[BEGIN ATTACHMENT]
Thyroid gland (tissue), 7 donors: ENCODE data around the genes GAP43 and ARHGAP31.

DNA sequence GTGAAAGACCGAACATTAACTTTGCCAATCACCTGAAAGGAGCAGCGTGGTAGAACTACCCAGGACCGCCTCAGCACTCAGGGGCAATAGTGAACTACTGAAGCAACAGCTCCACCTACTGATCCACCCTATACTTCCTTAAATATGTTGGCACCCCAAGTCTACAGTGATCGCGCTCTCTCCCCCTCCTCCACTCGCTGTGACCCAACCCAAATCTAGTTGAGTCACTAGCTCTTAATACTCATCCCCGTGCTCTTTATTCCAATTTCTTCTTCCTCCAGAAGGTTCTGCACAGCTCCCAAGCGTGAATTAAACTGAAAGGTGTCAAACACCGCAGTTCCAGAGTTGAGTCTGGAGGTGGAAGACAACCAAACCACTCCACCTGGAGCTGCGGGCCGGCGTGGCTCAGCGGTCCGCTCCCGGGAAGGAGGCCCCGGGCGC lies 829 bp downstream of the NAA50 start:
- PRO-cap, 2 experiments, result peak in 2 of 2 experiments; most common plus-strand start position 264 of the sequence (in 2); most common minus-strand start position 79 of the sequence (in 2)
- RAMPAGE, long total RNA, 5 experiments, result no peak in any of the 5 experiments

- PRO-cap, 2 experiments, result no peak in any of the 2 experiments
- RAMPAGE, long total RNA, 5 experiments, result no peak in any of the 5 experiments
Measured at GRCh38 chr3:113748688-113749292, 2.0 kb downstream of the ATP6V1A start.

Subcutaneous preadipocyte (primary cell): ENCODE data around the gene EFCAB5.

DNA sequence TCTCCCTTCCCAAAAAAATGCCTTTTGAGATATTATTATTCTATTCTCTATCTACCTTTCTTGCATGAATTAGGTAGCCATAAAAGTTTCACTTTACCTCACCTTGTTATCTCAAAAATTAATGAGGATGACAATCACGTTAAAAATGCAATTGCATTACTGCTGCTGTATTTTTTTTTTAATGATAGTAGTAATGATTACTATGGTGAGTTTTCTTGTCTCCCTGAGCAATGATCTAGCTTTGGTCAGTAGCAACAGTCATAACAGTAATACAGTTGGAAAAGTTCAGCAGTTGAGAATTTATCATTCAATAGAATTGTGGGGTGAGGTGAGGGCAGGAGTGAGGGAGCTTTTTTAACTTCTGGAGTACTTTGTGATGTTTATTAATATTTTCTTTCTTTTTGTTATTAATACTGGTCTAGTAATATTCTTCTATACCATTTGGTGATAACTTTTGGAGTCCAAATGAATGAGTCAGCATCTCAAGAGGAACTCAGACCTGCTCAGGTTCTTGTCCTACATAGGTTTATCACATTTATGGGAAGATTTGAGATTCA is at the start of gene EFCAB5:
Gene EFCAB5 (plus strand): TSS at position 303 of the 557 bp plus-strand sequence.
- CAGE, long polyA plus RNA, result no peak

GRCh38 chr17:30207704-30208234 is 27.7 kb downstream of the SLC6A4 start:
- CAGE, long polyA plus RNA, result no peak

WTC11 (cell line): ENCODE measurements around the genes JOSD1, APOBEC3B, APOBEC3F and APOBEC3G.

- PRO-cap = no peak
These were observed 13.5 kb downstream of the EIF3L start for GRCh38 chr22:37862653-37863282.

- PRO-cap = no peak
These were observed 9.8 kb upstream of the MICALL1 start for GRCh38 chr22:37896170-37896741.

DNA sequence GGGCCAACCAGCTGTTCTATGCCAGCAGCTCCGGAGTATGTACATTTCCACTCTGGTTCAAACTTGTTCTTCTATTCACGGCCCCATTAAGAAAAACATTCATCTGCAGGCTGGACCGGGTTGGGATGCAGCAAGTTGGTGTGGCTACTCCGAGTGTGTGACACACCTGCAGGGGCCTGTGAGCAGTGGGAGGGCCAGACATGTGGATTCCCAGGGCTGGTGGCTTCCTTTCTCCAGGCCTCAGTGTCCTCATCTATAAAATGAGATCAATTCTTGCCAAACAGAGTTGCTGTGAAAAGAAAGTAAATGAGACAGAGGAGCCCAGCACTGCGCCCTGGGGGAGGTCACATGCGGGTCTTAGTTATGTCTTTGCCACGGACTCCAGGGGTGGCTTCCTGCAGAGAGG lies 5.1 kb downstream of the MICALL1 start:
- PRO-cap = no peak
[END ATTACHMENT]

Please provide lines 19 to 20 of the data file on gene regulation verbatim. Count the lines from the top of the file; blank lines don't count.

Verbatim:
DNA sequence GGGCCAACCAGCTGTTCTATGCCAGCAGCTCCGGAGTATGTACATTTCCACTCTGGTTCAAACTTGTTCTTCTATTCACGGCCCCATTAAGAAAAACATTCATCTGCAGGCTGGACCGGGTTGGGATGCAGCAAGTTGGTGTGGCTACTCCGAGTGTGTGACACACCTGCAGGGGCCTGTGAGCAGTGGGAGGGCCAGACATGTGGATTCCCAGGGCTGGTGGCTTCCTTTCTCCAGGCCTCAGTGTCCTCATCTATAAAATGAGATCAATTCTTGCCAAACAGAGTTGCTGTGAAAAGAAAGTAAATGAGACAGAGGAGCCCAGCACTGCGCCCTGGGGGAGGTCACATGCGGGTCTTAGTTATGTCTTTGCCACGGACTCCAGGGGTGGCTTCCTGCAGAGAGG lies 5.1 kb downstream of the MICALL1 start:
- PRO-cap = no peak